To explore the association between tumor response and OS, we compared the survival outcomes among the 4 patient groups classified by PERCIST category. While patients with CMR emerged as the group with the best survival outcome, there was little difference in the survival among those with partial metabolic response, stable metabolic disease, or progressive metabolic disease (Figure 3A).


This pattern of association was also observed with the PFS outcome (Figure 3B). Overall, when comparing patients with and without CMR, those with CMR had significantly better survival outcomes. The median OS was 28.2 months (95% CI: 15.2 to 41.3) among those with CMR, compared with 13.2 months (95% CI: 7.9 to 18.5) among those without CMR, respectively (P = 0.034), and the median PFS was 15.4 months (95% CI: 5.1 to 11.3), compared with 6.1 months (95% CI: 4.9 to 7.2), respectively (P = 0.015).In this study we reported on the utility of PET/CT in the salvage re-irradiation for head and neck cancer. We found that CMR, a negative post-treatment PET/CT, occurred in only 30% of patients. CMR was not strongly predictive of long-term survival; however, failure to achieve CMR was strongly predictive of disease progression or death. This observation remained robust even after accounting for other known prognostic factors including salvage surgery. Overall, failure to achieve CMR projected about a 7-fold increase in the risk of death or progression. Therefore, the potential clinical utility of PET/CT in the re-irradiation setting appears to lie in its high positive predictive value.

In contrast to the observation derived from the chemoradiation among radiation-naïve patients, a negative post-treatment PET/CT in the re-irradiation setting does not necessarily portend a good prognosis. This likely reflects the natural history of patients who develop recurrent or new primary head and neck cancer in that they are more likely to have future recurrence or may develop complications that can lead to an increased mortality even if disease is initially controlled. This observation suggests that patients with a negative post-treatment PET/CT will still need to be considered for an intensive follow-up. Furthermore, for patients with positive post-treatment PET/CT, our limited experiences indicate that they will likely develop disease progression or death. For such patients, additional treatment should be considered if deemed appropriate.

While there appears to be a distinction in how PET/ CT can be applied in clinical practice between the radiation- naïve setting and the re-irradiation setting, the sensitivity and specificity—which are intrinsic qualities of the test&mdash;of PET/CT still remain quite comparable. In previously reported series, the sensitivity and specificity of PET/ CT to predict survival in the radiation-naïve setting are, respectively, in the range of 70 to 80% and 80 to 90%.9-11 In our study, both the sensitivity and specificity estimates are also in the 70 to 80% range, depending on the referenced survival time point. The key difference between the two settings, however, is the prevalence of outcome; that is recurrence or death, which is higher in the re-irradiation setting than in the initial radiation setting. For instance, the estimated 5-year OS rate in our study was only 16%, compared to 60 to 70% in the first-time radiation setting.9-11 Such high prevalence of outcome, therefore, translates into the high positive predictive value of positive post-treatment PET/ CT observed in the current study.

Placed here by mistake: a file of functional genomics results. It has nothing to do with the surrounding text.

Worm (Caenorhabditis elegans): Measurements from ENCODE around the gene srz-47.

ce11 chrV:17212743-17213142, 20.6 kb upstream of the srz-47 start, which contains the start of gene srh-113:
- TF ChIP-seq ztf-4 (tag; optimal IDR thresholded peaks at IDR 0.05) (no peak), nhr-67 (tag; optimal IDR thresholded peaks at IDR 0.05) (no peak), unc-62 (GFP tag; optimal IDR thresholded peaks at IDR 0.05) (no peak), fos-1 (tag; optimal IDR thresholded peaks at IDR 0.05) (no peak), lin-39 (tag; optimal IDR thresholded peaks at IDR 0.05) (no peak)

Although, to our knowledge, this is the only report of PET/CT utility in the salvage re-irradiation setting with semi-quantitative re-analysis, a number of limitations should be considered. First, due to a small sample size, there may not be adequate statistical power to detect any survival difference by PERCIST response category, specifically to detect the survival advantage associated with partial metabolic response. Second, there was a variation in the timing of the PET/CT performance ranging from two to four months after re-irradiation. Although the optimal timing of post-treatment PET/CT remains to be defined, false positivity and false negativity rates may be affected by the timing of PET/CT. Finally, in our practice, patients with an obvious clinical progression of disease may not necessarily undergo post-treatment PET/CT, and therefore patient selection to undergo the scan can affect the positive or negative predictive values of PET/CT. Although the vast majority of the PET/CT scans were done for surveillance purposes, some scans were performed in an attempt to differentiate between residual disease and radiation-induced tissue necrosis. Due to the retrospective nature of this study, we were unable to confirm the intent of PET/CT scan in all cases.

In summary, our experiences herein illustrate the prognostic significance of 18F-FDG PET/CT scan in the salvage re-irradiation setting. Failure to achieve CMR is highly predictive of disease progression or death. In addition, this prognostic significance of PET/CT is superior to other known pre-treatment prognostic indicators. A study with a larger sample size will be needed to understand the prognostic significance by PERCIST criteria.